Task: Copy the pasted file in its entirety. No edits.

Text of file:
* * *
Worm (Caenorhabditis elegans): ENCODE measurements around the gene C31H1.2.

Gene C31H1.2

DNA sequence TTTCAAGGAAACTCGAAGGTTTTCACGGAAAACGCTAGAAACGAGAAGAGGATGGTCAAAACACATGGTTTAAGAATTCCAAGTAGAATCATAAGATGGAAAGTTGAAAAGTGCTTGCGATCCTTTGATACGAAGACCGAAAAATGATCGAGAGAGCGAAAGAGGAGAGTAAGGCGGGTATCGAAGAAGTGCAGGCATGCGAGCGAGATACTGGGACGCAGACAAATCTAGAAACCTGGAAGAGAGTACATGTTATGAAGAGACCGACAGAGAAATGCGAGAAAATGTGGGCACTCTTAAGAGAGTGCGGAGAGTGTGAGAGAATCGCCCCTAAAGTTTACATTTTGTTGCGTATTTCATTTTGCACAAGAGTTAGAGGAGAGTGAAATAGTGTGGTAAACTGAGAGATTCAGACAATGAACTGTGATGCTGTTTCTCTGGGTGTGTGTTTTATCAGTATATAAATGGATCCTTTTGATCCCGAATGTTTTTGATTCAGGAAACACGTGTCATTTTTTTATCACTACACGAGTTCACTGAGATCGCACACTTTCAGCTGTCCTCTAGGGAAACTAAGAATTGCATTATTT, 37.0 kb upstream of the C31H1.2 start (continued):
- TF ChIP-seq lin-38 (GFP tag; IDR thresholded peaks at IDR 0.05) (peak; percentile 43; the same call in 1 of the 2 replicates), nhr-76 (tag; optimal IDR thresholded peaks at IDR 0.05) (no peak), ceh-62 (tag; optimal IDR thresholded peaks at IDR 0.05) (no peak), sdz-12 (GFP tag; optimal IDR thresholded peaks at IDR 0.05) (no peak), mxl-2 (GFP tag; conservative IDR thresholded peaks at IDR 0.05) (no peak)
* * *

Worm (Caenorhabditis elegans): ENCODE measurements around the gene C31H1.2.

Gene C31H1.2

DNA sequence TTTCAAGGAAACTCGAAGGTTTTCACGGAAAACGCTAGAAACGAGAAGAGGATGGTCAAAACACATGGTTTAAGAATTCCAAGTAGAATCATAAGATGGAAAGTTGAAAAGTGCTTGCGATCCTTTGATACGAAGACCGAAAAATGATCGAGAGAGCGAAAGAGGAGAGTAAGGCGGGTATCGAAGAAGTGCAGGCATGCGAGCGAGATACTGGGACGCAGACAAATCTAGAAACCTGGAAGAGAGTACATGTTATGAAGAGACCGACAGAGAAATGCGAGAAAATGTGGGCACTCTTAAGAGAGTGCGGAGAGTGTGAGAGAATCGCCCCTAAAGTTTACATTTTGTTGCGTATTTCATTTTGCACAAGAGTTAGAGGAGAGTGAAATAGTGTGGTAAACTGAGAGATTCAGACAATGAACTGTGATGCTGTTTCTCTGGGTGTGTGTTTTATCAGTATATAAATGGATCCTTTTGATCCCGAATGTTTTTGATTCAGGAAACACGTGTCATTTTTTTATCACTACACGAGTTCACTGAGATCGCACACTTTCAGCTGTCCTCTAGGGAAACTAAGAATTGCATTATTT, 37.0 kb upstream of the C31H1.2 start (continued):
- TF ChIP-seq lin-38 (GFP tag; IDR thresholded peaks at IDR 0.05) (peak; percentile 43; the same call in 1 of the 2 replicates), nhr-76 (tag; optimal IDR thresholded peaks at IDR 0.05) (no peak), ceh-62 (tag; optimal IDR thresholded peaks at IDR 0.05) (no peak), sdz-12 (GFP tag; optimal IDR thresholded peaks at IDR 0.05) (no peak), mxl-2 (GFP tag; conservative IDR thresholded peaks at IDR 0.05) (no peak)